• I Want You to Meet an Old Friend of Mine: Two of Angus Deayton's former Radio Active and KYTV co-stars, Geoffrey Perkins and Michael Fenton Stevens, made guest appearances as Patrick's brother and brother-in-law respectively.
  • I Like My X Like I Like My Y: "I like my toast like I like my women. Golden brown, and covered in marmalade."
  • Intoxication Ensues: After Victor takes up a job as a gardener for Patrick's boss, Margaret notices him becoming increasingly chirpier. It turns out he's been inadvertently inhaling large amounts of cocaine after a drug dealer hid his stash in the fertiliser, and to top it all off it kills all the plants too.
  • Jerkass: Patrick has little in the way of likeable qualities. In addition to being snarky and standoffish with most people he interacts with, some of his petty revenge plots against Victor cease to be reasonable and are instead flat out cruel, such as making him rake through dog muck for a key he possessed all along.
  • Jury Duty: "The Trial" is about Victor hanging about the house as he waits for a phone call summoning him for jury duty. Subverted in that we never find out what happens when he does get called — or even whether he does.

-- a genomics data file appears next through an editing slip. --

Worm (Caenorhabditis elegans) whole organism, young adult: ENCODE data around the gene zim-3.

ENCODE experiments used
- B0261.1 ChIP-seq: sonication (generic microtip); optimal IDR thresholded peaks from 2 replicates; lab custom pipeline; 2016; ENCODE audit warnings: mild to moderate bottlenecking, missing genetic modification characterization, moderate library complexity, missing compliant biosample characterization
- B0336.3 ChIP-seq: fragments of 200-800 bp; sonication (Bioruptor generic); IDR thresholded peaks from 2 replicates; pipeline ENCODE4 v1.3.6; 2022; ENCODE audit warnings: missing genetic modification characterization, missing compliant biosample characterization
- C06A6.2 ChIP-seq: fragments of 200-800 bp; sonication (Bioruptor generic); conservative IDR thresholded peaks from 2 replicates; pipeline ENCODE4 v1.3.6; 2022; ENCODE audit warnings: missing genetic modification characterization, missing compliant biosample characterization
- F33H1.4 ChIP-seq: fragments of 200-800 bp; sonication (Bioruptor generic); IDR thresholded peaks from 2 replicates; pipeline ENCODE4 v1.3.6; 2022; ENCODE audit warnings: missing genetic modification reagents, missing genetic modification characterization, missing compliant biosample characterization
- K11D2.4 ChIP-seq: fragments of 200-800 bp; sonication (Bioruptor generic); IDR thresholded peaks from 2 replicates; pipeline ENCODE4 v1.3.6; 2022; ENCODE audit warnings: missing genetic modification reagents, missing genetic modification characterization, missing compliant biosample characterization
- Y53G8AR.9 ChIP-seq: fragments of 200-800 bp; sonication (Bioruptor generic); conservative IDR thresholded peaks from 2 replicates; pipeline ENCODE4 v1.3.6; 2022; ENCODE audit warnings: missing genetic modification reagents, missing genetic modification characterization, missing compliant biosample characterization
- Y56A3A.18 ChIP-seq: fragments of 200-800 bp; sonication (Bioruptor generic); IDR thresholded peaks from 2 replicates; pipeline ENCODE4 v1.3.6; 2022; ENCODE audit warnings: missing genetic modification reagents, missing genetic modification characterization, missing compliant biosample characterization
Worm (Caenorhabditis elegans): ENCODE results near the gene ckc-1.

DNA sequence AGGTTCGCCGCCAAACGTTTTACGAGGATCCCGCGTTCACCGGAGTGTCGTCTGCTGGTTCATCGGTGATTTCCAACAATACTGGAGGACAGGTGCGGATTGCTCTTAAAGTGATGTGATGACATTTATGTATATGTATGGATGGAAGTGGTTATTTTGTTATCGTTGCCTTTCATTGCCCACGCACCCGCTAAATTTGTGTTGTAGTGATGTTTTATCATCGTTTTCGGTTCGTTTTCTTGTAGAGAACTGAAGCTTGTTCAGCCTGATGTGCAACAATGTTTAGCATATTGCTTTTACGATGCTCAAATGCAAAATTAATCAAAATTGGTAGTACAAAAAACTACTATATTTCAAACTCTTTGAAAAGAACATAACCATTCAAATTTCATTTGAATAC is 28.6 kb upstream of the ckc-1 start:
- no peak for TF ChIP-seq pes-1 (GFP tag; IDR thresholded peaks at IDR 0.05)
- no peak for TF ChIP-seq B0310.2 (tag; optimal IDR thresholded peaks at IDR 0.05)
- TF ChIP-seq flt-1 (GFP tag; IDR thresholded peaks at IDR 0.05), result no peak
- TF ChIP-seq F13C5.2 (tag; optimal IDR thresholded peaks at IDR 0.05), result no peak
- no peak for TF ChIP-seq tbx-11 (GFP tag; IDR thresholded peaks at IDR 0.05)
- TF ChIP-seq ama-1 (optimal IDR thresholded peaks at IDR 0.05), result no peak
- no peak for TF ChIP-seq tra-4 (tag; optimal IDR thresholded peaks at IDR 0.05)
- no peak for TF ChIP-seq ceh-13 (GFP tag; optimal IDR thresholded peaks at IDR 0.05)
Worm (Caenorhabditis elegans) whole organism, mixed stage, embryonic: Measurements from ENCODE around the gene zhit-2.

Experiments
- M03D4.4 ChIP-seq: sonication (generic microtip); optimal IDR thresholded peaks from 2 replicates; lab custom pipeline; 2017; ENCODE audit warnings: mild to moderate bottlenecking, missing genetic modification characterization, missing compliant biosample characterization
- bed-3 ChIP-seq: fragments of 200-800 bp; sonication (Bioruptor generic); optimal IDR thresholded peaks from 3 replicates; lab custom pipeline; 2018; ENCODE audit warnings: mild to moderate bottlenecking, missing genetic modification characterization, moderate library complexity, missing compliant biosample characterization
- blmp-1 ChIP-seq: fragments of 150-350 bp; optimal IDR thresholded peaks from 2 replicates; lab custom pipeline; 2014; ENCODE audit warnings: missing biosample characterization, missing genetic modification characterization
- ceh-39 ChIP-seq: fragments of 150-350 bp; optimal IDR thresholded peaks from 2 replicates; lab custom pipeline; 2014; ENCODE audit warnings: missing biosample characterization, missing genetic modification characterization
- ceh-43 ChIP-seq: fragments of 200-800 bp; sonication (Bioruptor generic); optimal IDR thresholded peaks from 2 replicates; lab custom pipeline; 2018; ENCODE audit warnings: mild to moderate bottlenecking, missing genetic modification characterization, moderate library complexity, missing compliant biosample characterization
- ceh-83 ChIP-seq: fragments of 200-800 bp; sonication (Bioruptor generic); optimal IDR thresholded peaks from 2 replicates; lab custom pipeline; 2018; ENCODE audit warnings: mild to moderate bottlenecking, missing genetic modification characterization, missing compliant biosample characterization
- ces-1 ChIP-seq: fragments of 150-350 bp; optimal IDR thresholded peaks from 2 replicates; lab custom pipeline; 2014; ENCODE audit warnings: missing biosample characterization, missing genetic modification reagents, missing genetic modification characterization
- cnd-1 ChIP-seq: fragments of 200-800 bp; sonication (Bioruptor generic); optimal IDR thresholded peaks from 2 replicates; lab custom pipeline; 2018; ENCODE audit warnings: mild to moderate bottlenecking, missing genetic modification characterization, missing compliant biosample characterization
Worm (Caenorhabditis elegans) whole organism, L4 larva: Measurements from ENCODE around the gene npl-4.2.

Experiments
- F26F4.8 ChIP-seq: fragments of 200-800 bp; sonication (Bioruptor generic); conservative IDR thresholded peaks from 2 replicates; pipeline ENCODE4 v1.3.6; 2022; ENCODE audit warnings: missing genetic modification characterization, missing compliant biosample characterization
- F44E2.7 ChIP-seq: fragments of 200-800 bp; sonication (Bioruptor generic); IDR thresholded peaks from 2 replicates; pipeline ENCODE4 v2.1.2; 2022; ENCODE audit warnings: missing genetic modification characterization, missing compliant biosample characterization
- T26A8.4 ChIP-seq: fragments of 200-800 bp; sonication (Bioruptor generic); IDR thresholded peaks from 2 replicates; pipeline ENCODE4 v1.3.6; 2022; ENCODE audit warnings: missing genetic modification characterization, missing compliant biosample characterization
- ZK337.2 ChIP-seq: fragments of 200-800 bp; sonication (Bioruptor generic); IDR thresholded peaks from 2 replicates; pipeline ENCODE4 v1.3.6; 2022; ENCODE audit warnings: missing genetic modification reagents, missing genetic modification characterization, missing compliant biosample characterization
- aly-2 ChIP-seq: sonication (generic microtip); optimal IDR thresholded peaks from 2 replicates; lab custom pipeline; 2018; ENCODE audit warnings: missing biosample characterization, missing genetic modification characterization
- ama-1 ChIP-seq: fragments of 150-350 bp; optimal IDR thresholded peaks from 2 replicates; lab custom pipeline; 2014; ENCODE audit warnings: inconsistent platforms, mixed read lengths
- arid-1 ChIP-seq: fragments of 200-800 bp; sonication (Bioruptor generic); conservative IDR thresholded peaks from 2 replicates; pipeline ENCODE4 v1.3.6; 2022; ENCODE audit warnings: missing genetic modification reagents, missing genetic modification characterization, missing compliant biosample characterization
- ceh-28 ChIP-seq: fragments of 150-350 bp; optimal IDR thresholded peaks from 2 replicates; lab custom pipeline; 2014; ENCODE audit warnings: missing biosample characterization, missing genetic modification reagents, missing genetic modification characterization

• Karma Houdini: Patrick appears to achieve this status in one episode, where his pet dachshund swallows Victor's spare door key, and Patrick responds by getting Victor to sift through dog poop to find it. It turns out that the dog never actually swallowed the key in the first place, which Patrick full well knew. Patrick seems to get away with this, since Margaret still believes the situation is Victor's own fault... until Pippa unknowingly gives Victor a copy of Patrick's diary, in which he gloats about what he's been doing.
    • Patrick also appears to go completely unpunished for shooting a trailerload of garden gnomes in the first Christmas special. Discharging an unlicensed semi-automatic weapon in a residential area is something the law normally takes a very dim view of.
    • Patrick ultimately ends the series truimphant, humiliating Victor one final time in a hospital and getting a better paid job in the process. Although it's implied his good luck won't last long.